Hummingbirds are unique and fascinating, but they are so tiny and quick that their field marks can easily confuse even experienced birders who try to identify them properly. By learning the parts of a hummingbird, however, you will be better able to watch these tiny birds with an eye toward the necessary field marks for confident identification.
- Bill: Hummingbird bills are needle-thin for probing deep into flowers to sip nectar, one of these birds' primary food sources. Check how the length compares to the head size, look for color at the base or tip and examine the bill shape for a wide base or if it is decurved to use the bill to help with hummingbird identification. Take care not to mistake pollen stuck on the bird's bill for unique coloration, however.
- Crown: The crown is the top of a bird's head, and on some hummingbird species, it may show iridescent coloration. Check that coloration in different light and shadow conditions to determine the color shades that can help with proper identification.
- Chin: The chin is hard to see on hummingbirds because of their small size, but it can be an important clue in some species, such as the broad-tailed hummingbird and ruby-throated hummingbird. Look for contrasting colors on the chin and how that color compares to the rest of the throat.
- Throat: The throat, or gorget, of a hummingbird is one of its easiest field marks. Many male hummingbirds have brightly colored throats in red, pink, orange, purple, turquoise or other shades (colors that are created by the feather structure rather than pigments, and may change color in different lights), and even females may show streaks or splotching that can be clues to their identity. Other hummingbirds may have malar stripes or other field marks associated with the throat.
- Auriculars: The auricular cheek patch on hummingbirds can be a good clue in some species that feature unique head patterns. The brown violet-ear, for example, has a distinct purple patch of auriculars, though the color can vary depending on the light conditions.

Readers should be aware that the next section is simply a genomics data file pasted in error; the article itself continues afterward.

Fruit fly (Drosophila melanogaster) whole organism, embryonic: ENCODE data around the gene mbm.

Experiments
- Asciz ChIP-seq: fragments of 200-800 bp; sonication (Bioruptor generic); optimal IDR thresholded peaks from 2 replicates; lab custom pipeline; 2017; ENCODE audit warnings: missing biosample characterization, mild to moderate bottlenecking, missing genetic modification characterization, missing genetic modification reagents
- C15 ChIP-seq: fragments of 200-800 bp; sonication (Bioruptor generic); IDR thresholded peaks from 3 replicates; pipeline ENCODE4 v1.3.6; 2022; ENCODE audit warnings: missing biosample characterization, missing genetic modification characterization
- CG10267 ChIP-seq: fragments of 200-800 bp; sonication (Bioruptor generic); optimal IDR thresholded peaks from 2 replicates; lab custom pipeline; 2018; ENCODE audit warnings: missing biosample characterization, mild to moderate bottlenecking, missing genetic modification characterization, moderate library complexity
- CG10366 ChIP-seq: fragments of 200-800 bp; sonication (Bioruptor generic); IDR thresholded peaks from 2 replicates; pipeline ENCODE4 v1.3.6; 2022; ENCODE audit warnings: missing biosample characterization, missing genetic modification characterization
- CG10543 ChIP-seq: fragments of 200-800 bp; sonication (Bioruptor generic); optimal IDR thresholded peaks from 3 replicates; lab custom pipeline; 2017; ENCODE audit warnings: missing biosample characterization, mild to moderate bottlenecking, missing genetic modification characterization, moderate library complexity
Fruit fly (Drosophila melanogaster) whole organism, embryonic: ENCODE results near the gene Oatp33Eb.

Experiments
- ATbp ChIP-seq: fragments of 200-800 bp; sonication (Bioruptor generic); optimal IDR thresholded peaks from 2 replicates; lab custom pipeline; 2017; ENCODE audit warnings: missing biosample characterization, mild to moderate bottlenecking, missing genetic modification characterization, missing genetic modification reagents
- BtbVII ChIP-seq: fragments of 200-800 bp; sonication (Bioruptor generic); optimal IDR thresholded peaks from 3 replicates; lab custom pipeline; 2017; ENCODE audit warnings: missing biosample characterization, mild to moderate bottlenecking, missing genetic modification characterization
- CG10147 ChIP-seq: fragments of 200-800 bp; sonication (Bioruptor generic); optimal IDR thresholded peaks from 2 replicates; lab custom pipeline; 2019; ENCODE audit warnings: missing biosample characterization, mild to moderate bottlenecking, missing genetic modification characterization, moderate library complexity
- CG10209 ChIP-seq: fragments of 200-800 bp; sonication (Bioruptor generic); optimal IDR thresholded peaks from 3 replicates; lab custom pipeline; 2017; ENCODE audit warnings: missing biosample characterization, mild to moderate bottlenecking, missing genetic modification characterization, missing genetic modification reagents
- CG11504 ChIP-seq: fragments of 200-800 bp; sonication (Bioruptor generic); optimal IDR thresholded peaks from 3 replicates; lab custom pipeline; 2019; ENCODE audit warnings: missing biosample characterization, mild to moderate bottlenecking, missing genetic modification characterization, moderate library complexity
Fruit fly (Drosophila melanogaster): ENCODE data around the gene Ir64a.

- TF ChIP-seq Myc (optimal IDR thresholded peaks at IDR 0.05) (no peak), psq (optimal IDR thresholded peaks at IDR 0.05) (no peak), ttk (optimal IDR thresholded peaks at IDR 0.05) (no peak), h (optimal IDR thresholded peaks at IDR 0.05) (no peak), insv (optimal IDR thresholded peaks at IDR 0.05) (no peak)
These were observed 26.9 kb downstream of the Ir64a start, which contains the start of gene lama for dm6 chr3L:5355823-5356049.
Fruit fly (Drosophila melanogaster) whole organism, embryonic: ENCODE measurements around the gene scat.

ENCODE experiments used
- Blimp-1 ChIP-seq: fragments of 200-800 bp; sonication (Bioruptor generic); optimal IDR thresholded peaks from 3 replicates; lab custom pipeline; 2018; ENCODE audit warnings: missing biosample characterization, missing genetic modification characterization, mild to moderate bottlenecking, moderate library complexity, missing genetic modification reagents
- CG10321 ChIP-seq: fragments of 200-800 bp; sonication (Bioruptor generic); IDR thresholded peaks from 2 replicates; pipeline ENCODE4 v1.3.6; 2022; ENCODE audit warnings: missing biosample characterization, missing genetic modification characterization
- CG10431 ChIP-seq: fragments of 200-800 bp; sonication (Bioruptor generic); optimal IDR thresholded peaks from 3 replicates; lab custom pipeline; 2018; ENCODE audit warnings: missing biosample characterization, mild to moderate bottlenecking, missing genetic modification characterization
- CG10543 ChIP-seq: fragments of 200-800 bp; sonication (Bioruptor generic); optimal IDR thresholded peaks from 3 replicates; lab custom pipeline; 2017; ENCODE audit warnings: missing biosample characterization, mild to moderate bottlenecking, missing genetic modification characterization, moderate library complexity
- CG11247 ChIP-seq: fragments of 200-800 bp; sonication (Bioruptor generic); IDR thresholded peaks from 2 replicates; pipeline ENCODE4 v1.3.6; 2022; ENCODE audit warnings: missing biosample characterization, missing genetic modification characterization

- Wing: When flying, the wings of a hummingbird beat so fast they may be nearly invisible. When the bird is perched, however, the length of the wing compared to the overall body length and tail length can be good field marks. Also listen for sounds when hummingbirds are flying nearby – some species create a buzzy trill with their wingbeats.
- Chest: Contrasting colors on a hummingbird's chest can help identify the bird species. Some hummingbirds have sharp differences between the throat and chest, while other species have a blurry boundary or may be plainly colored.
- Flank: The sides of a bird's body are its flanks, and a hummingbird's flanks may show a color wash that can be useful in distinguishing different species. Comparing the flanks with the chest will also help determine which bird is which.
- Foot: Hummingbirds have very tiny, delicate feet that are held very close to the body and may look like small, dark spots when the bird is flying. While all hummingbird feet look similar and cannot help distinguish different species by themselves, knowing where a hummingbird's feet can be seen will help you avoid mistaking them for color splotches.
- Rump: Along with its back, a hummingbird's rump can be a good field mark for seeing the coloration of the upperparts. Some birds have different colors on the rump than on the back, and that contrast can also be a useful identification clue.
- Undertail Coverts: When a hummingbird is hovering to feed, observers have a great look at its undertail coverts. While many hummingbirds have plain white undertail coverts, any color wash, spots or other markings can be excellent field marks for accurate identification.
- Tail: A hummingbird's tail is one of its most underappreciated field marks. The length of the tail is the first clue to check, as well as whether there are any white or colored tips to the tail feathers. The positioning of the tail can also help identify the bird – is the tail splayed or held closed, or is it being pumped continuously while the bird feeds? When the bird is perched, check the tail for a fork or whether the tip is smoothly rounded, and check to see if individual tail feathers are rounded or pointed.
Learning how the parts of a bird can be seen on hummingbirds can help you more easily identify different hummingbird species. The more confident you are with your identifications, the more you will enjoy the unique birds that visit your feeders, flowerbeds or favorite birding hotspots.
Photo – Black-Chinned Hummingbird © Joan Gellatly